WILL YOUR HEALTH INSURANCE COVERAGE CONTINUE AFTER THE DIVORCE IS FINAL?
Child related issues, such as custody, support and visitation are usually considered to be the most important, and most litigated issues in a divorce matter. It is also extremely important to correctly address the issue of health and dental insurance coverage for unemancipated children, and both parties. Massachusetts residents are required to maintain health insurance coverage. In most situations, one of the Parties provides the health insurance, and perhaps dental insurance as well, through his/her employer. He/She is the subscriber.
The "family plan" is the plan most employers offer to employees. As long as the Parties are married, there is usually no issue as to coverage, for either the Parties and/or the children, until the children become emancipated, and/or are no longer eligible for coverage under the existing plan.
However, divorce proceedings can, and usually do, affect health and dental insurance coverage. Once divorce proceedings begin, Parties should obtain information regarding their present health and dental insurance coverage, and whether he/she will be eligible for continued coverage at the time the divorce is final. Do not assume your coverage remains intact, and/or that you will automatically have continued coverage. That decision is often not made by the subscriber spouse, but by the health insurance plan terms.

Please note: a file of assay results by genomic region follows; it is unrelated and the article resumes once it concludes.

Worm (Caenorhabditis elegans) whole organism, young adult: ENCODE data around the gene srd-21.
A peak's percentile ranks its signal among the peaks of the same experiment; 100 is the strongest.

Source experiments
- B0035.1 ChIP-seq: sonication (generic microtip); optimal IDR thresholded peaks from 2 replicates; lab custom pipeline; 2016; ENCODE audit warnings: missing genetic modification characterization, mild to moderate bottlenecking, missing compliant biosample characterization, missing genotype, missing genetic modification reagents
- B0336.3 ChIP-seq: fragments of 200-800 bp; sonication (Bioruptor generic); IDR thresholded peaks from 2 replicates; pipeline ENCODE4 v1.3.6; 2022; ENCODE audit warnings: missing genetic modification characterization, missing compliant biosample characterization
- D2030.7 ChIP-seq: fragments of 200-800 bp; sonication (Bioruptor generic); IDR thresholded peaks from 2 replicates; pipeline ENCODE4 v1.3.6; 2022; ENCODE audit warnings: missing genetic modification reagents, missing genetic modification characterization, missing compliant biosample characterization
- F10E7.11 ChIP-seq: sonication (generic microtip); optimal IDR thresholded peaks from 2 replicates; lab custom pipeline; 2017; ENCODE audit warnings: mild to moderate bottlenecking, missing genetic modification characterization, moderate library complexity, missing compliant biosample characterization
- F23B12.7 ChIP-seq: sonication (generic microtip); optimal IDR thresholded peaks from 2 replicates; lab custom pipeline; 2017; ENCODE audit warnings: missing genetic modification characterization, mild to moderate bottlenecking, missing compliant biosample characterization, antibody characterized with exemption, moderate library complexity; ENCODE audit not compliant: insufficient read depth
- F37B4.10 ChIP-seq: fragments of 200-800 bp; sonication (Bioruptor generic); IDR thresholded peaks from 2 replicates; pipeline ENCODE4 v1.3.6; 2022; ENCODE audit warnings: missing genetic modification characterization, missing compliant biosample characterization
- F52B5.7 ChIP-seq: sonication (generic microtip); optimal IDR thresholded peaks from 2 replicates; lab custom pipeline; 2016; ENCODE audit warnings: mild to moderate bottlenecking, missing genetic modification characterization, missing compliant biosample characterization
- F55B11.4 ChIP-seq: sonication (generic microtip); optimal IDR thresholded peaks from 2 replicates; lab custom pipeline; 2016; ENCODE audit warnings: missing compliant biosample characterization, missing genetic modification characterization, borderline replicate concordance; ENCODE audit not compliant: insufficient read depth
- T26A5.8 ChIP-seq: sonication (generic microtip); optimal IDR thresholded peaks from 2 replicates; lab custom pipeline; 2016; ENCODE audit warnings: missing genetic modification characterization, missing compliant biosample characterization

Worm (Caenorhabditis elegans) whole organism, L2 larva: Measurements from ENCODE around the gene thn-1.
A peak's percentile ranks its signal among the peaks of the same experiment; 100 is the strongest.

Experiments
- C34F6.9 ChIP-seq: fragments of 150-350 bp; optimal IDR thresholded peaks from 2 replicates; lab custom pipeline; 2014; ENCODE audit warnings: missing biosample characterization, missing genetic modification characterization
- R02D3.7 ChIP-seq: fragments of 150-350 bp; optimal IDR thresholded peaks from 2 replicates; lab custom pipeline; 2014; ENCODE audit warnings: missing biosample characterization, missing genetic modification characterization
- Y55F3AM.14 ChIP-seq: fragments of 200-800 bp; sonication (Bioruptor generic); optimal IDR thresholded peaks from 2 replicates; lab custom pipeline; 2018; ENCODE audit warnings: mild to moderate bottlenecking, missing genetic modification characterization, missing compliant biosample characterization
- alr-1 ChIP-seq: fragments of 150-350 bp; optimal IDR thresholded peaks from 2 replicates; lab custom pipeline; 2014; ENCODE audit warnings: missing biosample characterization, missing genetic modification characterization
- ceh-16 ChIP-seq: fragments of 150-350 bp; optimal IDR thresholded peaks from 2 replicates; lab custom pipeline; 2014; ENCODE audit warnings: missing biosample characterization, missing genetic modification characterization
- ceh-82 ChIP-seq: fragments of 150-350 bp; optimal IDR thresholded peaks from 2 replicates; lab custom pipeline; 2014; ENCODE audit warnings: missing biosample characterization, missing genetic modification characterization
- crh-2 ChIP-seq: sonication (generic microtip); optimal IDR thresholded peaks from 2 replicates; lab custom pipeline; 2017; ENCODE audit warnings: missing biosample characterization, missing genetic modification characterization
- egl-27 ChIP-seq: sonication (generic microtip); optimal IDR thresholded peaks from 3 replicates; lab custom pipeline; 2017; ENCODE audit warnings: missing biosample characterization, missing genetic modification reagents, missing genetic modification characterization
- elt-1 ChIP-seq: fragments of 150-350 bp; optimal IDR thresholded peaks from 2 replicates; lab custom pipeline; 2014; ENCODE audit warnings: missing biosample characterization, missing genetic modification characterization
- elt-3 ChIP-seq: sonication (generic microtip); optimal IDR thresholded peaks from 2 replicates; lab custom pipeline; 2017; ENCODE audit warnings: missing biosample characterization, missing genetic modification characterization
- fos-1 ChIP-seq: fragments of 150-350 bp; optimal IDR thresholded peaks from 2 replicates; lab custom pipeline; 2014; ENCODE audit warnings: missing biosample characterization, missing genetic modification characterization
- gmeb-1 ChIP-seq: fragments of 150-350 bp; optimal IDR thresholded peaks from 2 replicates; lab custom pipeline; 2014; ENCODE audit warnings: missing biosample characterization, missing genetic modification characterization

Health plans may be fully insured or self-insured, and divorcing spouses must be aware of what type of plan is providing coverage. Health insurance benefits are provided in one of two ways: Employers purchase health insurance from an insurance company, that is fully insured plans, or they provide health benefits directly to the employees, as self insured plans.
In fully insured plans, the employer pays a per employee premium to an insurance company, and the insurance company provides health coverage for insured events. It is the insurance company who determines the scope of the coverage.
In self-insured plans, the employer acts as its own insurer, and does not purchase health insurance from an insurance company. Self-insured plans often contract with an insurance company or other third party to administer the plan, but it is the employer, not the insurance company or third party that bears the risk. Since the employer is the insurer, the company can determine the scope of coverage, including eligibility status, and non-qualifying events. A non-qualifying event may be a legal separation or divorce, that would or could make one Party ineligible for continued coverage. Most self-insured plan coverage will terminate for the non-subscriber spouse as of the date of the divorce absolute, or date when the divorce is final.
Parties would be wise to obtain information as to whether the spouse providing health insurance is covered by a fully insured or self-insured plan. That information is routinely provided pursuant to Mandatory Disclosure Rule 410. If it is not provided, it should be requested. Once the information and eligibility requirements are disclosed, the Parties will be able to negotiate an appropriate provision for health insurance coverage. Parties are advised to see an attorney to obtain further information regarding this important item.